War declared on wilding pines

By Bob Douglas


In 2011 Victoria Froude produced two reports for the then Ministry of Agriculture and Forestry looking at the increasing spread of wilding conifers across New Zealand and options for their control.

One comment on "addressing concerns was to prepare a national strategy for wilding conifers".

"The first necessary step in preparing such a strategy would be to develop national objectives and principles for wilding conifer management ."

Just six months later, in June, this proposal was approved by the Minister. This may seem an extraordinarily short timeframe for a Government response; so why the rush? After all, scarcely a generation ago, few people knew what a "wilding" was.

The answer lies in the scale of land affected by the spread of wilding conifers. In the South Island around 200,000ha is now considered to be under threat by wilding spread. A further 600,000ha requires some degree of control. North Island mapping is not so advanced, but an estimated 300,000ha is affected by wilding conifers at various densities.

Wilding conifers threaten landscape values, biodiversity and land-use options. Their proliferation and impact has been a constant topic at Federated Farmers High Country conferences since the 1990s.

In 2006 High Country joined with other affected groups to investigate more effective control.

This group became known as the South Island Wilding Conifer Management Group. The support of the Sustainable Farming Fund (SFF) enabled the group to assemble a good resource base for growing numbers of local groups combating wildings in their areas.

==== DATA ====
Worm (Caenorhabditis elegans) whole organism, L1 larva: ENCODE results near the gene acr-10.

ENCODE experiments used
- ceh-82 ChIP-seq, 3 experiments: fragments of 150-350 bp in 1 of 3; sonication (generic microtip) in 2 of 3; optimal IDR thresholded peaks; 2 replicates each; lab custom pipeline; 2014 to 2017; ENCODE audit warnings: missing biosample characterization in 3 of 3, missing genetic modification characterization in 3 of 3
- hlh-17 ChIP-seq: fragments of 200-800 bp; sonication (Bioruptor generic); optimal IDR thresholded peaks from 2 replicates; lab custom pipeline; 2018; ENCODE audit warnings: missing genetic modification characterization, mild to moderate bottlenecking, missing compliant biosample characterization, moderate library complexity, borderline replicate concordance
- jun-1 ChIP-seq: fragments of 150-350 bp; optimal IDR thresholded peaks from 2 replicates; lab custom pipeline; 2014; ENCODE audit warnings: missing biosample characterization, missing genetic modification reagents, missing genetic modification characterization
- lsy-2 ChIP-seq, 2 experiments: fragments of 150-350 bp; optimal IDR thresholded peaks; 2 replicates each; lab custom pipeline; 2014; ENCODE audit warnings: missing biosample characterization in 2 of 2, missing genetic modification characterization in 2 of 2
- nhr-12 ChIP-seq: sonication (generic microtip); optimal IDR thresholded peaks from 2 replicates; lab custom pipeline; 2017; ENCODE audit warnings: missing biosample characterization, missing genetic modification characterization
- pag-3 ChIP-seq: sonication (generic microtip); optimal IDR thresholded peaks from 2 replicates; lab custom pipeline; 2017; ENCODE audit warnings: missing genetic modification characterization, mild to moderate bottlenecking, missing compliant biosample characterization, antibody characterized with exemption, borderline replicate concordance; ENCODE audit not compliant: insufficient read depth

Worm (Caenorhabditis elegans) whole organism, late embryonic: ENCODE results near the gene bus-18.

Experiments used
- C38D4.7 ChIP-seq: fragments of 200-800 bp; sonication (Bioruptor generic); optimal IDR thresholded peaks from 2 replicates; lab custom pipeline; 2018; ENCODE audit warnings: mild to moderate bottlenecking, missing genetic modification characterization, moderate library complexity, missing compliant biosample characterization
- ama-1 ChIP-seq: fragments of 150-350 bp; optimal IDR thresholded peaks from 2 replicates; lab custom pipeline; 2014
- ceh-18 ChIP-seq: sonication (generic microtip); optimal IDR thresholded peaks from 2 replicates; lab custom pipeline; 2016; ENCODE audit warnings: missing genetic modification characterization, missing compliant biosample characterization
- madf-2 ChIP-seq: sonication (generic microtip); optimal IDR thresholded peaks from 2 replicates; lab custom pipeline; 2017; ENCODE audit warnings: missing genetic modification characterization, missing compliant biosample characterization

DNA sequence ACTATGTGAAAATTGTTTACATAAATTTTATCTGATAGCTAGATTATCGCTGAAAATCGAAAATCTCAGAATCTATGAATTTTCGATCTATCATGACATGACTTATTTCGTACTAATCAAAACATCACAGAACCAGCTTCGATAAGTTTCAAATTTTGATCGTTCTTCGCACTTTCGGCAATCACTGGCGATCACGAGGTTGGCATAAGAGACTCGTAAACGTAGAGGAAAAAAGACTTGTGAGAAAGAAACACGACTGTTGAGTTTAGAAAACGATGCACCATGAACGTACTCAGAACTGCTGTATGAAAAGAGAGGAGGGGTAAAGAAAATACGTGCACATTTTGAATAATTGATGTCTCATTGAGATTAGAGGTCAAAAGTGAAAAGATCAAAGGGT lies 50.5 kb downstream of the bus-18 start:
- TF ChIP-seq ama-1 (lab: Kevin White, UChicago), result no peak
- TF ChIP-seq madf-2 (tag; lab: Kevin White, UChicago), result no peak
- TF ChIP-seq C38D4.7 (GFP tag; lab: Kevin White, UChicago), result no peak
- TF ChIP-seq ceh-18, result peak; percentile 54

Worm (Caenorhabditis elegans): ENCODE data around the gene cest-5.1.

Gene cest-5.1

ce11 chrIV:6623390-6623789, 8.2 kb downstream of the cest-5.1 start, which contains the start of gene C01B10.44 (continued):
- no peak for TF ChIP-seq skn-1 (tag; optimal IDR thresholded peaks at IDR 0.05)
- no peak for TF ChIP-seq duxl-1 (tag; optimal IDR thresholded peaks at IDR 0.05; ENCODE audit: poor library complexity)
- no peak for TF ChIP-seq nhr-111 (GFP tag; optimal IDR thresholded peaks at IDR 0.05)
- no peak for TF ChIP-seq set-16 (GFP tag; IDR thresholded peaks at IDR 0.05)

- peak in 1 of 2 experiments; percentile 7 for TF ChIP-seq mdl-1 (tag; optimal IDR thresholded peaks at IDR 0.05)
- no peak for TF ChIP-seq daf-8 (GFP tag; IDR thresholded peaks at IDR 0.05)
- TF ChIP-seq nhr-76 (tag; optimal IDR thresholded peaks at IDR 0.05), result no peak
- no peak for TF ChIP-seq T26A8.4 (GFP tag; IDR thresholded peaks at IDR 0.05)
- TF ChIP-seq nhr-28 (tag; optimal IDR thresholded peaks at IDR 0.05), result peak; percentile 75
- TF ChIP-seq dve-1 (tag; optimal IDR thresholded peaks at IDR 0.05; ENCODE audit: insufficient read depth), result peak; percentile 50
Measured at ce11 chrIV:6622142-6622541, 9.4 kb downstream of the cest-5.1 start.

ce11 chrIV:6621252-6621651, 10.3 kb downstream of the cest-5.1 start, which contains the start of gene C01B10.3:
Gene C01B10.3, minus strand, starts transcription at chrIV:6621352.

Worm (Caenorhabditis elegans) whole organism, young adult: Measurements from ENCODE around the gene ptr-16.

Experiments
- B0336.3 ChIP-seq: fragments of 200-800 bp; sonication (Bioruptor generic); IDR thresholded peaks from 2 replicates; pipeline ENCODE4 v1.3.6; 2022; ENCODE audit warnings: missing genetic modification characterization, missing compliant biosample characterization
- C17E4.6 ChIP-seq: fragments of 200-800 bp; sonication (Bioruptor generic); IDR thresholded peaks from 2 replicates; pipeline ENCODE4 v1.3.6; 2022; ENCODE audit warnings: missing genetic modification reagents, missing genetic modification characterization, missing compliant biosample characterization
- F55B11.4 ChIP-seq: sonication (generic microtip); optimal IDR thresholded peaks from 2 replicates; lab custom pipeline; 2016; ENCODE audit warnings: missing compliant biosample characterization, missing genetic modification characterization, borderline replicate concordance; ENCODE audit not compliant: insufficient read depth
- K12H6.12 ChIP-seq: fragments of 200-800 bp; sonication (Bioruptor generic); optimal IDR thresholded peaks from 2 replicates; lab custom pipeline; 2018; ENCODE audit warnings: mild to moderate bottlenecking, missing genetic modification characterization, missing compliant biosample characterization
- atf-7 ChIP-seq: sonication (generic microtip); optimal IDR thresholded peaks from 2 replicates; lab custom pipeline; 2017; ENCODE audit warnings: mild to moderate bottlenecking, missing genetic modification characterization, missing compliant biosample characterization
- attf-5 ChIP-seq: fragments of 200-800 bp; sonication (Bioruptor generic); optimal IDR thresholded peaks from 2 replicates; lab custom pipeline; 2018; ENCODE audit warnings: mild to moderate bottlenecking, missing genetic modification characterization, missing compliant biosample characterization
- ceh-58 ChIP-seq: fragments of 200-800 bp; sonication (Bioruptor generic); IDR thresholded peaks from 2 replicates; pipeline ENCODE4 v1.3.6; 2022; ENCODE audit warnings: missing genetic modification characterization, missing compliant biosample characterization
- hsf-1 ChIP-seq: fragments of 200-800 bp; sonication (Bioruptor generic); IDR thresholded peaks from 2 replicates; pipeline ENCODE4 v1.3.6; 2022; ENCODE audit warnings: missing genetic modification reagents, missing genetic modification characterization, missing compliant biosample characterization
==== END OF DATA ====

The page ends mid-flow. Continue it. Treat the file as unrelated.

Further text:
As the wilding research activities extended further into the North Island, the group was renamed the New Zealand Wilding Conifer Management Group (NZ WCMG). This group, together with MPI, will guide the strategy's development.

This year SFF is again supporting wilding conifer control, approving NZ WCMG's research project application to help build the strategy.

The application covered processes to manage and prevent further spread of wilding conifers in New Zealand and work to develop and implement better situation monitoring and document control successes. Understanding the costs and effectiveness of control and management actions are part of the programme, as is finding more efficient Douglas-fir controls.

An important aspect of the project will be transferring knowledge and technologies into the field and supporting the many local groups attempting to get on top of this problem.

 

- Hamilton News

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